Wednesday, July 29, 2009
1) Regrade the area at the back door of the building to create an accessible entrance to the museum; and
2) Provide a drainage system to get the water from the roof away from the building without impacting the landscape in the long term.
To accomplish the drainage goal we will be installing a dry well in the backyard. water from gutters will travel vis two downspouts to an underground pipe that will carry the water to the dry well. The water flows into the buried dry well and disburses underground where it will not infiltrate the building and will not damage the landscape.
The hole for the drywell is 6' x 6' x 8' (w x l x d ). before we start the project we need to investigate the site of the dry well with the help of a professional archaeologist to determine if there are any archaeological resources in the ground there.
We put a call out for volunteers to assist and this past weekend we started our archaeological dig. On Saturday we had two professional archaeologists and 7 volunteers here, and on Sunday we had one archaeologist and 4 volunteers here. Here's a photo of our progress excavating by mid-Saturday afternoon.
Some of our volunteers have worked on archaeology sites before, but some of us (like me) are newbies. Tim, our lead archaeologist, kept us all straight though. I spent most of my time sifting through buckets of soil looking for the elusive great find. We had two sifting tables working all day:
So far, we've found a variety of artifacts spanning about 200 years of site history (going back to about the turnof the 19th century - we think). Everything from building materials to broken ceramics. We'll continue the dig this coming Saturday, as we hope to reach the 17th century. The Amstel House site was owned by Roeloff de Haes, one of New Castle's early Dutch settlers, so anything we find will add to our knowledge of how the site was used during the second half of the 17th century. Of course to get to the 17th century, well need to dig through the 18th century, and that will yield information about the first century of the Amstel House's existance - our primary period of interpretation in the house.
Before Saturday though, my project is to get rid of the big pile of dirt that is now sitting on the back patio - a result of our sifting process. I've already saved some topsoil for future garden use - now I just need to get the rest of the dirt out of here!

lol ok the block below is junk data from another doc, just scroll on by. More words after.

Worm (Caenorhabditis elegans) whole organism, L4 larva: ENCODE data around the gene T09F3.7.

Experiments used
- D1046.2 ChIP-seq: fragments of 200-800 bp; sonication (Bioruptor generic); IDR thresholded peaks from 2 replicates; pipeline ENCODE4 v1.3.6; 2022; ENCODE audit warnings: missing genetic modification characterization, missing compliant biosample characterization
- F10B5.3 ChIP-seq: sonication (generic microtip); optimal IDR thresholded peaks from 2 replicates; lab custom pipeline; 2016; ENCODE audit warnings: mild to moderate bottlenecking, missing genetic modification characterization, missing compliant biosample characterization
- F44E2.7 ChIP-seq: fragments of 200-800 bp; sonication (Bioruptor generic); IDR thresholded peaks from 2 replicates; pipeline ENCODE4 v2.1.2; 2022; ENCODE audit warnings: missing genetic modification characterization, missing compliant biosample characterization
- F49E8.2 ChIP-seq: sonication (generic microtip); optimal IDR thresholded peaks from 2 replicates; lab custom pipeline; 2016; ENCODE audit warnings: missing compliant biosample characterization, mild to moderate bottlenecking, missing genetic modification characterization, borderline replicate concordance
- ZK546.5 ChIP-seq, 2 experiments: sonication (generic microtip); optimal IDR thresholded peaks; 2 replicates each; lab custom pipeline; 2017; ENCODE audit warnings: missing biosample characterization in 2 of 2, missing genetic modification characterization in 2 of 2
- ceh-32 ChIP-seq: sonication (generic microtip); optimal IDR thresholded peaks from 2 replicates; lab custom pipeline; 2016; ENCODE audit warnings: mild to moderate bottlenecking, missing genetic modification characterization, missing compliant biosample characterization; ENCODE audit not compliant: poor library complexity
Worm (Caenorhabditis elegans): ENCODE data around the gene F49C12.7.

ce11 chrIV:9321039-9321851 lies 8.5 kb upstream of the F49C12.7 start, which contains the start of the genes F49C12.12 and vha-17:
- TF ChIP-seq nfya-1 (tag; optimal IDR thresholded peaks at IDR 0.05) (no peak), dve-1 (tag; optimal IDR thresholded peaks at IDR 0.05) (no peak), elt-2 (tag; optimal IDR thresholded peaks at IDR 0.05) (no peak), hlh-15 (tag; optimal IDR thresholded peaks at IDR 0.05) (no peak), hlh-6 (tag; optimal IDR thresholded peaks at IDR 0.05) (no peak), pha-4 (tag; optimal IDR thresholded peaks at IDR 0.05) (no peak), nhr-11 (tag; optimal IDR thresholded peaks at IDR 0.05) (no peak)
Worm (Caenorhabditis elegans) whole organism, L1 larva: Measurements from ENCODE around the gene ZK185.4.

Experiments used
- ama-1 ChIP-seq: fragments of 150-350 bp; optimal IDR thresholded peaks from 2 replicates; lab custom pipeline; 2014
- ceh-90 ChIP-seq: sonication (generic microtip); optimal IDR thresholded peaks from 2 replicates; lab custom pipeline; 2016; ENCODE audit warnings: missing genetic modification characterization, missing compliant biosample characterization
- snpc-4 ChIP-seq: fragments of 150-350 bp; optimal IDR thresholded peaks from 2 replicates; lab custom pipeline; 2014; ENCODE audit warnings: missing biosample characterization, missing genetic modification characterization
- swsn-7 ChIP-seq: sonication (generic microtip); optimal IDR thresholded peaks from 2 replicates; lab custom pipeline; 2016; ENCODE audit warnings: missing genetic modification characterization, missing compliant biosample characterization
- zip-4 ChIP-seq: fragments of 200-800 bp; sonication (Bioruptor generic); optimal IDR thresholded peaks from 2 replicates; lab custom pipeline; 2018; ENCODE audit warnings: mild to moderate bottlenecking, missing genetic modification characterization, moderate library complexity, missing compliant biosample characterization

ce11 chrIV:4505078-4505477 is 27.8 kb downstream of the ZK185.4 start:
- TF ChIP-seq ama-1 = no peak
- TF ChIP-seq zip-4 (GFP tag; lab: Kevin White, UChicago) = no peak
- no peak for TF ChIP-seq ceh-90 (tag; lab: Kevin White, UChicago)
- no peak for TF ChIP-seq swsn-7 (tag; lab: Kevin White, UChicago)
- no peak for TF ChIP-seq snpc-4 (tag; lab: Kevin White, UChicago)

Here's a couple pics of the finished roof and flashing at the Amstel House:
You may have noticed in thelast photo that the flashing covers the drip course on the chimney. We debated about this treatment after it was done, and discussed whethere that was the best way to handle it. Ideally, the flashing should have been installed beneath the drip course (with a reglet cut in the mortar joint just under the drip course), but with our layered roofing system there realy was not enough room to do that effectively - so we are going with what we have here.
All in all the roof looks great! And everything is dry inside!
Friday, July 17, 2009
The did one side of the roof each day beginning with the east side. Here's a pic of the roof on the kitchen wing late Wednesday afternoon:
On Thursday they worked on the west side of the roof. they had to stop briefly mid-day for a pretty heavy shower, but were back on the roof shortly thereafter. Here's another late-day pic:
They arrived this morning and immediately started on the pent roof on the front of the house. It's basically three courses of shingles to protect the big cove cornice that runs between the second and third stories of the house. I took the opportunity to take a few pics once the shingles were removed from the pent roof since we don't generally get a chance to see the construction of this area. In the following pick you can see the sheathing that exists under the shingles of the pent roof. No flashing is used in this situation because the shingles tuck up under the projecting bricks of the belt course (you can just see this to the left of the man's arm in the photo). No plywood or cedar breather will be used either.
While some of the crew worked on the pent roof, on roofer was working on the flashing around the kitchen chimney. You may recall that the roofer decided to go with traditional step flashing instead of the lower-profile flashing option recommended by the masons. This is how the chimney looked at about noon today.
Since the roofers were working above each entrance to the building we closed the Amstel House today. I had hoped we would re-open it late this afternoon but as of now (3:10 pm) they are still cleaning up the area under the pent roof and working on the kitchen roof. We'll be back to business tomorrow!